- Under this proposal, the four entities would be responsible for the three waters infrastructure, owning and operating the infrastructure on behalf of local authorities.
- Hutt City would become part of Entity C, along with 22 other councils from Gisborne down the east coast to Wellington, plus the top of the South Island. The proposed boundaries are based on scale, water catchments, rohe/takiwā, communities and workforce.
- Each of the four entities would establish independent boards. Ownership of existing assets, which are currently managed through Wellington Water, would be transferred to the new entity.
- Mana whenua would have joint oversight of the entities, to promote and protect Māori/iwi rights and interests, protect consumer interests and provide ongoing stewardship arrangements.
- Costs for these services would no longer be covered by rates. The WSE would bill people for these services directly, much like a power or phone provider. The entities would be expected to deliver services at an affordable cost.
- The decision to join one of the proposed entities is voluntary. Each council needs to make a decision based on local context.
- Government announced an investment package of $2.5 billion to ensure no council will be worse of as a result of the reforms and providing financial support for the transition.The ‘Better Off’ funding allocation for Hutt City is $38.4M.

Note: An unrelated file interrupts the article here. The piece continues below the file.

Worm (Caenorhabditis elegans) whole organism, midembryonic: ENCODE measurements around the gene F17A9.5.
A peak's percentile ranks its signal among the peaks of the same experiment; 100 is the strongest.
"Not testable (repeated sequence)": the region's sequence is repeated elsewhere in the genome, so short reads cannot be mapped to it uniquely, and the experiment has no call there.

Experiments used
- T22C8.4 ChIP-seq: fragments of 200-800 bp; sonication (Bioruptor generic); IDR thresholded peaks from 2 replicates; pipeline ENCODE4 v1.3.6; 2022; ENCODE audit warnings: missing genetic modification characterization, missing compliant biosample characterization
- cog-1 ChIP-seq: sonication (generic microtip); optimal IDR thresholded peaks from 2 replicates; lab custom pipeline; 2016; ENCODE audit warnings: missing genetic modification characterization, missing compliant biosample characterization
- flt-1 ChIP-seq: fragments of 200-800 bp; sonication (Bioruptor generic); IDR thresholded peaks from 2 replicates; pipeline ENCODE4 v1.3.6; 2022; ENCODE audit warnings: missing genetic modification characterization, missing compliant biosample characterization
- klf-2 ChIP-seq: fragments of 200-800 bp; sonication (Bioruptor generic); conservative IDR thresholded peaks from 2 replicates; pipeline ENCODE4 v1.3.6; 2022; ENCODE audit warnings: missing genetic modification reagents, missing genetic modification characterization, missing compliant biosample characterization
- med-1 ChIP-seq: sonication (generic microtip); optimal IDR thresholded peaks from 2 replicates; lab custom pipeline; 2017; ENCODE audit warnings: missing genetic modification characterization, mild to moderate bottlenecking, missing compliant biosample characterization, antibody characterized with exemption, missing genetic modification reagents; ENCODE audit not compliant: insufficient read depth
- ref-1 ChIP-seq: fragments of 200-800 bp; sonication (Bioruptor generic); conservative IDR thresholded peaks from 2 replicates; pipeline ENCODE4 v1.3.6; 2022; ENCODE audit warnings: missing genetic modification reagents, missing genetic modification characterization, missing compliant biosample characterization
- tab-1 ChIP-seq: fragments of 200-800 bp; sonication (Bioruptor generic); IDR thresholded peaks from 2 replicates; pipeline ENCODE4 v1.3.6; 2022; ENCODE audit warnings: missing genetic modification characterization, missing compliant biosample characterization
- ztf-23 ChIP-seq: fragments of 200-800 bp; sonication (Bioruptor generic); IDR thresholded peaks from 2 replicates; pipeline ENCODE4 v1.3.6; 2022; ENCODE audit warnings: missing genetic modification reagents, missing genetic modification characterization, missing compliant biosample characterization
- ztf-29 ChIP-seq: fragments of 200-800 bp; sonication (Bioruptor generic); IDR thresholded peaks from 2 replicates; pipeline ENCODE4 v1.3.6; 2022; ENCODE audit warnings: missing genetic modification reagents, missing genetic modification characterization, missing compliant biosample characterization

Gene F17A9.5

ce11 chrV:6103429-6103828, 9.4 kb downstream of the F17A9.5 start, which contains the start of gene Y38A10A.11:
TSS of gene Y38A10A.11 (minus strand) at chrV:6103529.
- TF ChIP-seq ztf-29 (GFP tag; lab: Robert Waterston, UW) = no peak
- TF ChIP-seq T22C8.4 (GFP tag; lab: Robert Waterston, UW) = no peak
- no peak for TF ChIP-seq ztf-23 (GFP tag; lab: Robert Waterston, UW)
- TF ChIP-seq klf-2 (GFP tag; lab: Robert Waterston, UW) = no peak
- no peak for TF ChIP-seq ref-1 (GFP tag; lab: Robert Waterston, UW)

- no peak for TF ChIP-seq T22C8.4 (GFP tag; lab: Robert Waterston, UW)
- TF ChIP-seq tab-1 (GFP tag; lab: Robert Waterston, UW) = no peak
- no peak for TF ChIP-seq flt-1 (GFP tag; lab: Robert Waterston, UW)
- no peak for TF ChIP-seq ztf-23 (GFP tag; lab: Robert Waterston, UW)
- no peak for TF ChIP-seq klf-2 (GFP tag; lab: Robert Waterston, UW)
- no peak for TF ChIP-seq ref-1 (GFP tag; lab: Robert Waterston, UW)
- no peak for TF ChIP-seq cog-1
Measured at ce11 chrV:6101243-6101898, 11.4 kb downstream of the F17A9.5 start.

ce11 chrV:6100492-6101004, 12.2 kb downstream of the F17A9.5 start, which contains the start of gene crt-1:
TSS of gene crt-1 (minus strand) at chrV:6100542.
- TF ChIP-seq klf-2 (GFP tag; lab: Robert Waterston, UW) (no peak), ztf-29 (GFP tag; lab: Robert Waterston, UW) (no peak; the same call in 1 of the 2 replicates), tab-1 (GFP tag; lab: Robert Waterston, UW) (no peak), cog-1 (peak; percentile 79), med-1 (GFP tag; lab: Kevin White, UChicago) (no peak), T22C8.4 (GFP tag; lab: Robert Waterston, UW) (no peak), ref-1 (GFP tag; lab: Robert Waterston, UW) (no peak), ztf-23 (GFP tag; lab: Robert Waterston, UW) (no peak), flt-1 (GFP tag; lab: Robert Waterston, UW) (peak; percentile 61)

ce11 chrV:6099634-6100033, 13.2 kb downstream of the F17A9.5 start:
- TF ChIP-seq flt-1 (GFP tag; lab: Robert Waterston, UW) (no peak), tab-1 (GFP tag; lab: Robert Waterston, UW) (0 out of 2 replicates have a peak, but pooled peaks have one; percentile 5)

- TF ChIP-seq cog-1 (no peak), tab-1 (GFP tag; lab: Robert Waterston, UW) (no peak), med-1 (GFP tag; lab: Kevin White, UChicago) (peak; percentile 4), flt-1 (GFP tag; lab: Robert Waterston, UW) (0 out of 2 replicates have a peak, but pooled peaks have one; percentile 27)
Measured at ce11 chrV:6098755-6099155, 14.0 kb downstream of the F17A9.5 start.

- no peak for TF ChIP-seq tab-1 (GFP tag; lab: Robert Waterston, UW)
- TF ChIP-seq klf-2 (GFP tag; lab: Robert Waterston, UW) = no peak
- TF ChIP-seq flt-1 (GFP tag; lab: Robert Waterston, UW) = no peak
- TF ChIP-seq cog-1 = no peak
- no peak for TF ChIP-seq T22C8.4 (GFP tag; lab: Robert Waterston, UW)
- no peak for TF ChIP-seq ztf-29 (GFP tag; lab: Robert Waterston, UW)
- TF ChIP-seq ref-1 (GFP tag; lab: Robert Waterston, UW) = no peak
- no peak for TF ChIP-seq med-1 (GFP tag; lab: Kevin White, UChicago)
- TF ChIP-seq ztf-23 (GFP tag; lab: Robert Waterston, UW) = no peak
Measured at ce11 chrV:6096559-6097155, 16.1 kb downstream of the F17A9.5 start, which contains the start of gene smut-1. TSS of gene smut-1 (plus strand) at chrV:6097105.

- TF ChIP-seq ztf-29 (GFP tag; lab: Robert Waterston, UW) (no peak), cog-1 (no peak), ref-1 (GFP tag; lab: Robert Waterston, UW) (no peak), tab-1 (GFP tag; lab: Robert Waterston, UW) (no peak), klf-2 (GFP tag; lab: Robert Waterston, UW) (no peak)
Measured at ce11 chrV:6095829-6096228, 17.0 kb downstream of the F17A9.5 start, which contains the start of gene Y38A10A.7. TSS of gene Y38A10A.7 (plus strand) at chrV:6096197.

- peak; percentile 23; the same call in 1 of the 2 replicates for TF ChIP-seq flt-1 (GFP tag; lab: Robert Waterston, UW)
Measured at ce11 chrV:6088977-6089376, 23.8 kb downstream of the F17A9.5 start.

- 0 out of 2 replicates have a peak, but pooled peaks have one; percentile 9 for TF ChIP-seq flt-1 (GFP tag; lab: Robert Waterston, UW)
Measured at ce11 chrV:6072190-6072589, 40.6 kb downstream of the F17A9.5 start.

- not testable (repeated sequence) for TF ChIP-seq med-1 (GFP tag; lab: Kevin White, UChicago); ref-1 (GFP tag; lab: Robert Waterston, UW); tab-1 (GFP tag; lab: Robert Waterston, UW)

Where we’re at
Hutt City Council is currently reviewing all the data and information we’ve received from the Department of Internal Affairs (DIA). We have until the end of September to complete our review, before providing feedback to Government.
- The situation is complex and each option has its own issues and risks. We’re working to understand the financial, workforce and sustainability impacts for HCC, and wider economic, social and cultural implications.
- Affordability is top of mind and we’re looking carefully at how we could soften the impact of the investment for our people.
- Our challenge now is to identify which option will provide the best path forward for New Zealand and our local community.
- At the same time, we’re continuing to engage with other councils, and working with DIA, Government and mana whenua on key aspects of the reform.
It’s too early to make any decisions about the proposed Three Waters service deliver model and whether councils should choose to opt in.
- Should the reforms go ahead, it’s anticipated there will be a long transition period and councils will continue to deliver until mid-2024.
- We’re expecting Government to begin making decisions after the 8-week review process ends on 30 September 2021. We’ll look to fully engage with the community, as will all Councils across the country , in a coordinated consultation process, supported by Government, once further announcements have been made.
You can find all the information that has been released to councils to date at the Department of Internal Affairs and LGNZ websites.